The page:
Of the myriad of new SCSI and ATA drives just becoming available, the Storage Review has received more requests for a test and review of the IBM Ultrastar 9ES than any other hard drive. The 9ES promises much: A relatively low price for a UW SCSI drive, 9.1 gigs of storage space, cool & quiet operation, and last but certainly not least, good performance.
The 9ES uses 5 high-density (high for a SCSI drive, that is) 1.8 gig platters to provide its 9GB of capacity. The drive features a 7.5ms average seek time, 512k buffer, and, unlike the previous Ultrastar 2ES covered in the Storage Review's 4.5GB Ultra SCSI drive roundup, a 7200 rpm spindle speed. The drive is currently available in an Ultra SCSI interface with an Ultra2 version promised in the near future. The Ultra SCSI DDRS-39130 version was tested in this review.
The Ultrastar 9ES (along with the company's upcoming UltraATA monsters, the Deskstar 16GP and 14GXP) debuts IBM's "TrueTrack Servo Technology." At high spindle speeds and high bit densities, the challenge of keeping a drive's read-write heads aligned with the appropriate track becomes ever greater due to increasing vibration. IBM uses the TrueTrack technology, a signal feedback design, as a way to keep costs down by eschewing more traditional chassis redesign and reinforcement.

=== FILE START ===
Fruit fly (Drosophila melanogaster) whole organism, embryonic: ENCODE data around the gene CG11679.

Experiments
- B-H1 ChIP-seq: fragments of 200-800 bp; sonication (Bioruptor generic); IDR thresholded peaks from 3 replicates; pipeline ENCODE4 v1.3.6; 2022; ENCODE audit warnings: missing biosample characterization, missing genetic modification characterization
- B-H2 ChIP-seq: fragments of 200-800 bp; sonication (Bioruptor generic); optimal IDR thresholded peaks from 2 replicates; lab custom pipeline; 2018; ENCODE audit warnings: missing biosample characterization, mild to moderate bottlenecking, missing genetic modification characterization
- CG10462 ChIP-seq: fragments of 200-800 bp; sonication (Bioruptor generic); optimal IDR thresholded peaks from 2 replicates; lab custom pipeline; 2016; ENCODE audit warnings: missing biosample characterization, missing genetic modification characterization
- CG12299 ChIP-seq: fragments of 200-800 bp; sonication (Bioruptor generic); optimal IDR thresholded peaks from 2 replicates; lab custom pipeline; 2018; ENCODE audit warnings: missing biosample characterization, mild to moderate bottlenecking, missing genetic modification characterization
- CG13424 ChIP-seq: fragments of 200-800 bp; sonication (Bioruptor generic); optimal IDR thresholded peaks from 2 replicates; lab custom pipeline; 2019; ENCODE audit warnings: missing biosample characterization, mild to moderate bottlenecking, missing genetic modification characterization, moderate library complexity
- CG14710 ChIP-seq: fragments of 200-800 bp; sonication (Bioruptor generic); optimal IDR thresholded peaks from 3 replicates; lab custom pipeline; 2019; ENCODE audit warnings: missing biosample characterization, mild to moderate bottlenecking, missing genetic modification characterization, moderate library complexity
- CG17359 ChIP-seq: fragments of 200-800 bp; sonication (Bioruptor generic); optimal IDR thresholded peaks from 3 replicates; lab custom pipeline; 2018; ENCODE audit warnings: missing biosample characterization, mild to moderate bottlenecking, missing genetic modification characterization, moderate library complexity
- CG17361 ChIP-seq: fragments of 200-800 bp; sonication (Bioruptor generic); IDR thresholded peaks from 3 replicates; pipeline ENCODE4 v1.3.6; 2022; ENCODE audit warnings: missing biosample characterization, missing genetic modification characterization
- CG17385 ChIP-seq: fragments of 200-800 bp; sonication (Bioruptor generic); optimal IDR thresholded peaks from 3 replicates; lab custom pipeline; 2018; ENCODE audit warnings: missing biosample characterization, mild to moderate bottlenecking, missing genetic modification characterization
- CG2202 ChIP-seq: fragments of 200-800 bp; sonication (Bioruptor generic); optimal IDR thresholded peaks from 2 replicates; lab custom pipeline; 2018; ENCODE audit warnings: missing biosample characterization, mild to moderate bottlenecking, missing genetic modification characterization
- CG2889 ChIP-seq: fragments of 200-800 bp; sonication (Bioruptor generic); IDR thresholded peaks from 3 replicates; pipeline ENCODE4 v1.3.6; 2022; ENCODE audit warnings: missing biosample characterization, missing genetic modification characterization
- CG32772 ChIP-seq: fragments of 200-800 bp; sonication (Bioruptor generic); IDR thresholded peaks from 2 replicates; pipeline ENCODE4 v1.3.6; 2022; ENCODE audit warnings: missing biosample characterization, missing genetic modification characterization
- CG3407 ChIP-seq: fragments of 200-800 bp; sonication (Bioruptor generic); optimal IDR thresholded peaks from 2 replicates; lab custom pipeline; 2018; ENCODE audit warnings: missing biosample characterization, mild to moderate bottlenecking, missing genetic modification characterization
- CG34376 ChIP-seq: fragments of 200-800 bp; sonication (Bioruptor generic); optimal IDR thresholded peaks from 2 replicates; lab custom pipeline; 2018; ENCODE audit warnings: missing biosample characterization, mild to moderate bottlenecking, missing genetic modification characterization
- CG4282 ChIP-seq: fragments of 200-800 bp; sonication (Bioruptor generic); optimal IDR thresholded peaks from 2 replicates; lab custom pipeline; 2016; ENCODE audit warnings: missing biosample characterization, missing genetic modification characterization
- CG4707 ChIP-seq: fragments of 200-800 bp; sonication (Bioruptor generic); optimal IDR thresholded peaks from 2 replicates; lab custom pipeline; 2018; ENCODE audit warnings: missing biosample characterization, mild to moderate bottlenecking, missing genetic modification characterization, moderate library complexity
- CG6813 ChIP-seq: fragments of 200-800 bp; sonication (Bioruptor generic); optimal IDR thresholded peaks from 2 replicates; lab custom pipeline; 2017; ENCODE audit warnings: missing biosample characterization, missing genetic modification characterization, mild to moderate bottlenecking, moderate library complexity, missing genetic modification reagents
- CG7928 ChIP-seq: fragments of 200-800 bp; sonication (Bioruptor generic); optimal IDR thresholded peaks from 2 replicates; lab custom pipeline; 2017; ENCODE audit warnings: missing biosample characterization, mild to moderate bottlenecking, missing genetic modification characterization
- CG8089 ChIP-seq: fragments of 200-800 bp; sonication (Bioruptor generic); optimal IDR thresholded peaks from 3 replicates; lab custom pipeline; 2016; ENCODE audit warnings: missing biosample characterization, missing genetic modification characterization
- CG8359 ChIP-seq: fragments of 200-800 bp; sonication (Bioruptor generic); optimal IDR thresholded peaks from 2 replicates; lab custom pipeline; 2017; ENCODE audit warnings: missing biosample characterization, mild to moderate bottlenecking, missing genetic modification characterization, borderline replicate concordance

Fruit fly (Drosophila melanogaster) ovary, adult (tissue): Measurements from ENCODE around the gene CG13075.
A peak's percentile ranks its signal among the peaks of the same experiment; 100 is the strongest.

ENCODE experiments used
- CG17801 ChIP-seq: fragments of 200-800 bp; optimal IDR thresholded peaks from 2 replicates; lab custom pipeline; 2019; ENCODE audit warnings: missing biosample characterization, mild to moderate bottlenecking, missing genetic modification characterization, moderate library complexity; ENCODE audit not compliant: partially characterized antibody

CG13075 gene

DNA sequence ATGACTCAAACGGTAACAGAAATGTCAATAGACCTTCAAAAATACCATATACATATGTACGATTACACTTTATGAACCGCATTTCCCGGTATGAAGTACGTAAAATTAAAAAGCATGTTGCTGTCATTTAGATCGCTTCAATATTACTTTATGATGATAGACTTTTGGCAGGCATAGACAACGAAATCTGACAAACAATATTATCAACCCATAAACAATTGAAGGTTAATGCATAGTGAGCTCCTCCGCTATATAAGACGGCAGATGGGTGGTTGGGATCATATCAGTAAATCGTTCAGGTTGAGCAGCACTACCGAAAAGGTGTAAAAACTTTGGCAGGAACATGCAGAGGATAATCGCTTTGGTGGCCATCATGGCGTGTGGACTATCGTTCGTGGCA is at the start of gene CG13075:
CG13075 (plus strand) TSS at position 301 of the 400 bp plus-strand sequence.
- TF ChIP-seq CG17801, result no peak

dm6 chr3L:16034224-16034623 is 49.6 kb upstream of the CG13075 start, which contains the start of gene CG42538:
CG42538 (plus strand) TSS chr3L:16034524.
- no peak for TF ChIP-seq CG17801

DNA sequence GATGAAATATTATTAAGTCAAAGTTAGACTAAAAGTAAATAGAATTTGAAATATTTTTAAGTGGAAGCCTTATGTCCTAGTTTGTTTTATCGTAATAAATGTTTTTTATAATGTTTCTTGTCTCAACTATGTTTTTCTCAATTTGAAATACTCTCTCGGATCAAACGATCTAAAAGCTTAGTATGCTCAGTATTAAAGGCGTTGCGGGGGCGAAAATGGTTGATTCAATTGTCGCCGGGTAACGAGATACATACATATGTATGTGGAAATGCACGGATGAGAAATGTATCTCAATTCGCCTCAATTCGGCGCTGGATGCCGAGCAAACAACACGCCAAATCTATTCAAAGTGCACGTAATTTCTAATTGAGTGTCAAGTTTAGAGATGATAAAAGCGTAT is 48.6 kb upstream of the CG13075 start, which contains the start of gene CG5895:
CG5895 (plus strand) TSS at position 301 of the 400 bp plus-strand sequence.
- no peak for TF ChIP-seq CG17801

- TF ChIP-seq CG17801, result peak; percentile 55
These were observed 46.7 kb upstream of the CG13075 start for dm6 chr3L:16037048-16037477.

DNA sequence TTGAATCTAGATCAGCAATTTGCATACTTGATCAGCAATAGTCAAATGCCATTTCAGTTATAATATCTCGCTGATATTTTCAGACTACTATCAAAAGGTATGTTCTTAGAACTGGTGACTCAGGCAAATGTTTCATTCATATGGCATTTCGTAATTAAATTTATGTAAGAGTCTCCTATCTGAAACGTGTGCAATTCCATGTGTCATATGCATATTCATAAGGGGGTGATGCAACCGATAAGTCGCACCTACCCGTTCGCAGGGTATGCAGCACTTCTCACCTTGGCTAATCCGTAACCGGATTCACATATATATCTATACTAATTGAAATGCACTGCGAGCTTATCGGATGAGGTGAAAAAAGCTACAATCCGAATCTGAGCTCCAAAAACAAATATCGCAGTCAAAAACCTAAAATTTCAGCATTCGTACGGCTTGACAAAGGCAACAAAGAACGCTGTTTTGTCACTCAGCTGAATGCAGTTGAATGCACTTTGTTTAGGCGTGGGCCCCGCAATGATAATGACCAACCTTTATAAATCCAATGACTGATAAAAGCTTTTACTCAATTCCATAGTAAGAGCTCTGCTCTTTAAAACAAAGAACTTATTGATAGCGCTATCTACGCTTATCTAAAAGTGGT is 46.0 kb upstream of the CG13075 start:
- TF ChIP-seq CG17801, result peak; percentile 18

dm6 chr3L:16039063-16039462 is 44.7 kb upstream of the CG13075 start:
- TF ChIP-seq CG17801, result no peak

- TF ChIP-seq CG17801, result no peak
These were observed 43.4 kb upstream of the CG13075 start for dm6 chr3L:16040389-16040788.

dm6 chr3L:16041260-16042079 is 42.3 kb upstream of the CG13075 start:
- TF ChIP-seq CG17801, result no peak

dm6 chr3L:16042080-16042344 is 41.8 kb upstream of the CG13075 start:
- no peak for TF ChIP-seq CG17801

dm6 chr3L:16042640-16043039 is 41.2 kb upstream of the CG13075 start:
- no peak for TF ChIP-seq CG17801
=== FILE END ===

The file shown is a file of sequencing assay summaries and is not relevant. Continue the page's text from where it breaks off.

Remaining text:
Low power dissipation is another touted advantage of the 9ES. IBM achieves a low idle power specification of only 7.1 watts (as opposed to, say, the Seagate Barracuda 9LP's specified idle power rating of 10 watts) "through efficient electronic design and a new integrated LSI chip." This should translate to cool operation, always a plus in any high-spindle-speed drive.
The drive tested in this review was an OEM version obtained through a major mail-order source. As is par for SCSI drives, the IBM included no cabling or mounting rails. The two previously tested IBM Ultrastar drives both included robust, multilingual manuals. The 9ES, did not, however, with a simple vendor-created photocopy instructing how to change termination and SCSI ID settings.
ZDBop's Winbench 98 along with Adaptec's Threadmark 2.0 were both run on the unit in Windows 95 OSR 2.1 and Windows NT Workstation 4.0. The drive was partitioned into a single volume of maximum size. The average of 5 trials is presented below.